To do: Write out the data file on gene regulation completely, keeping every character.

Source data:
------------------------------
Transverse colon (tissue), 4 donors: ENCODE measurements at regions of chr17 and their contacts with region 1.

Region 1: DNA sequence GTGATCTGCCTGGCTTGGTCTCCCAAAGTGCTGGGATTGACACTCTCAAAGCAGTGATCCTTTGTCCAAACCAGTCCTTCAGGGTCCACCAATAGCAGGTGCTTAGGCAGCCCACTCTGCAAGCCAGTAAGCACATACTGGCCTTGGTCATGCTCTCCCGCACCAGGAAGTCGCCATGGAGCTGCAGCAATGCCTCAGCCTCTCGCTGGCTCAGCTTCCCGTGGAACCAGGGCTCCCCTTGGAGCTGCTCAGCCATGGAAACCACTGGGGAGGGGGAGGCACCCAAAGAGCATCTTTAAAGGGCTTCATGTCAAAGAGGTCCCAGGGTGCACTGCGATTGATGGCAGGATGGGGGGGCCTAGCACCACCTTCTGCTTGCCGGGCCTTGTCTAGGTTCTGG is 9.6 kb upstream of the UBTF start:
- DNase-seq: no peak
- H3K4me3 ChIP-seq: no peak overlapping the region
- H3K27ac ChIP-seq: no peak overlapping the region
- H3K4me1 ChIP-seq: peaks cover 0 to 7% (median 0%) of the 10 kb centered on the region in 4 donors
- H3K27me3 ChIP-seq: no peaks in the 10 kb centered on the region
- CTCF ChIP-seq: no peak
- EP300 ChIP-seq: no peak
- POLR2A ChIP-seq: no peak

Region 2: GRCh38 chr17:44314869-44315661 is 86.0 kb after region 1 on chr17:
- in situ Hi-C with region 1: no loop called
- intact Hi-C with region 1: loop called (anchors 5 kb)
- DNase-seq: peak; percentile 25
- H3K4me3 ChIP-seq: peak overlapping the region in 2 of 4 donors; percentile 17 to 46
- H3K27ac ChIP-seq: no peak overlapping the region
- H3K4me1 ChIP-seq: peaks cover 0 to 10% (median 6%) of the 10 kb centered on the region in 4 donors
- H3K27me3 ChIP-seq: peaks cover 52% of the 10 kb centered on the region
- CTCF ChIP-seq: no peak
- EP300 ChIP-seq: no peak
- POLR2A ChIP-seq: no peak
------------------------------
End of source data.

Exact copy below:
Transverse colon (tissue), 4 donors: ENCODE measurements at regions of chr17 and their contacts with region 1.

Region 1: DNA sequence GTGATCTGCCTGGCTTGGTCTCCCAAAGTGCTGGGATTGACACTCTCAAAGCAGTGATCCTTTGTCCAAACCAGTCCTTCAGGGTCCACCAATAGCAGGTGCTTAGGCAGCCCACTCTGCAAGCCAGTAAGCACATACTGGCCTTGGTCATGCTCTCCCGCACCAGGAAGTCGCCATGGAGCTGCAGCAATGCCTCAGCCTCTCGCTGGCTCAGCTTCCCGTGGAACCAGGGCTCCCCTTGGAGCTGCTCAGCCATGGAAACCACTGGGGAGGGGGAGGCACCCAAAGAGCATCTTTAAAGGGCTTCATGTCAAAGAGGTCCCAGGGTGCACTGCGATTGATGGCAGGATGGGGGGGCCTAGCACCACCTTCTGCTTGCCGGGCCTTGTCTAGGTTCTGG is 9.6 kb upstream of the UBTF start:
- DNase-seq: no peak
- H3K4me3 ChIP-seq: no peak overlapping the region
- H3K27ac ChIP-seq: no peak overlapping the region
- H3K4me1 ChIP-seq: peaks cover 0 to 7% (median 0%) of the 10 kb centered on the region in 4 donors
- H3K27me3 ChIP-seq: no peaks in the 10 kb centered on the region
- CTCF ChIP-seq: no peak
- EP300 ChIP-seq: no peak
- POLR2A ChIP-seq: no peak

Region 2: GRCh38 chr17:44314869-44315661 is 86.0 kb after region 1 on chr17:
- in situ Hi-C with region 1: no loop called
- intact Hi-C with region 1: loop called (anchors 5 kb)
- DNase-seq: peak; percentile 25
- H3K4me3 ChIP-seq: peak overlapping the region in 2 of 4 donors; percentile 17 to 46
- H3K27ac ChIP-seq: no peak overlapping the region
- H3K4me1 ChIP-seq: peaks cover 0 to 10% (median 6%) of the 10 kb centered on the region in 4 donors
- H3K27me3 ChIP-seq: peaks cover 52% of the 10 kb centered on the region
- CTCF ChIP-seq: no peak
- EP300 ChIP-seq: no peak
- POLR2A ChIP-seq: no peak